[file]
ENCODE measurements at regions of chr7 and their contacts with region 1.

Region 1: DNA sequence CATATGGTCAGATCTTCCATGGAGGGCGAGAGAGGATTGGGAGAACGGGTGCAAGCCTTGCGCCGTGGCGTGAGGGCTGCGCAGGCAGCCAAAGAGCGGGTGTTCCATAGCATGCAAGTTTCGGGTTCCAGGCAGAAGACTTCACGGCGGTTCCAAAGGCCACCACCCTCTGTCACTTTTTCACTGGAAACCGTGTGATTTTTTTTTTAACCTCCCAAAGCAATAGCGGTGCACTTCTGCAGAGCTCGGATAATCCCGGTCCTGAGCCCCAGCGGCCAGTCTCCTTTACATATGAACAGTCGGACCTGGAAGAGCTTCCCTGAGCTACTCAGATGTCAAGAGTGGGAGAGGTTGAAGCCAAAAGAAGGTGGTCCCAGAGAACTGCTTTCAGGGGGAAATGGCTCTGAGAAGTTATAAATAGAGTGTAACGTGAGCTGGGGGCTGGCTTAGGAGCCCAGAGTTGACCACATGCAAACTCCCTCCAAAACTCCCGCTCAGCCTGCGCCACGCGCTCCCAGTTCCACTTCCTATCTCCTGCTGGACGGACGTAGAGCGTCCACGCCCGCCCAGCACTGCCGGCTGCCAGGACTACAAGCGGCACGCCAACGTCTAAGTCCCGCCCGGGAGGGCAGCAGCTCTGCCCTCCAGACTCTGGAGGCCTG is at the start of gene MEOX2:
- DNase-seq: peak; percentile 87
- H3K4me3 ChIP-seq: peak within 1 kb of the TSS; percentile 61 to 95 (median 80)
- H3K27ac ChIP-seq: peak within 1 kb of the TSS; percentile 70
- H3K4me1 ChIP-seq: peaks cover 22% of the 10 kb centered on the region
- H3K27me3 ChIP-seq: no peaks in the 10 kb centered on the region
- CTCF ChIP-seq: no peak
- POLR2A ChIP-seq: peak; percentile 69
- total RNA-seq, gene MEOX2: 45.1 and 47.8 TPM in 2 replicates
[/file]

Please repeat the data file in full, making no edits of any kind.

ENCODE measurements at regions of chr7 and their contacts with region 1.

Region 1: DNA sequence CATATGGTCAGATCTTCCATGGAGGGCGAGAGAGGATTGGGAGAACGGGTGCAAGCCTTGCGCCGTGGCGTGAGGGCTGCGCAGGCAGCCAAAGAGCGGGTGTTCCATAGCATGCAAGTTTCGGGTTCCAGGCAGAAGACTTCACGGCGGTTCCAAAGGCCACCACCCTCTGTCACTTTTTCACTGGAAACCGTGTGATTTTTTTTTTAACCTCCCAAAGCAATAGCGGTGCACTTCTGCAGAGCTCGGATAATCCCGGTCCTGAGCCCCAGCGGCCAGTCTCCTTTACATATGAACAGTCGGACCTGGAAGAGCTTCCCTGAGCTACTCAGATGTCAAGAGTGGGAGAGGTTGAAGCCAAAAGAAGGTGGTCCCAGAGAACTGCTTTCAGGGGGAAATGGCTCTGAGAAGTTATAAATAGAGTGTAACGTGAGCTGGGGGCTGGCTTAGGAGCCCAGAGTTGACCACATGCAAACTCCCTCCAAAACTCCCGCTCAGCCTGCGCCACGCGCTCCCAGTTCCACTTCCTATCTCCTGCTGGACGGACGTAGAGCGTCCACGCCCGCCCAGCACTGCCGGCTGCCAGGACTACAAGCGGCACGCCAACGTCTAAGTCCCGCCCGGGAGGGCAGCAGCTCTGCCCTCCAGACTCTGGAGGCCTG is at the start of gene MEOX2:
- DNase-seq: peak; percentile 87
- H3K4me3 ChIP-seq: peak within 1 kb of the TSS; percentile 61 to 95 (median 80)
- H3K27ac ChIP-seq: peak within 1 kb of the TSS; percentile 70
- H3K4me1 ChIP-seq: peaks cover 22% of the 10 kb centered on the region
- H3K27me3 ChIP-seq: no peaks in the 10 kb centered on the region
- CTCF ChIP-seq: no peak
- POLR2A ChIP-seq: peak; percentile 69
- total RNA-seq, gene MEOX2: 45.1 and 47.8 TPM in 2 replicates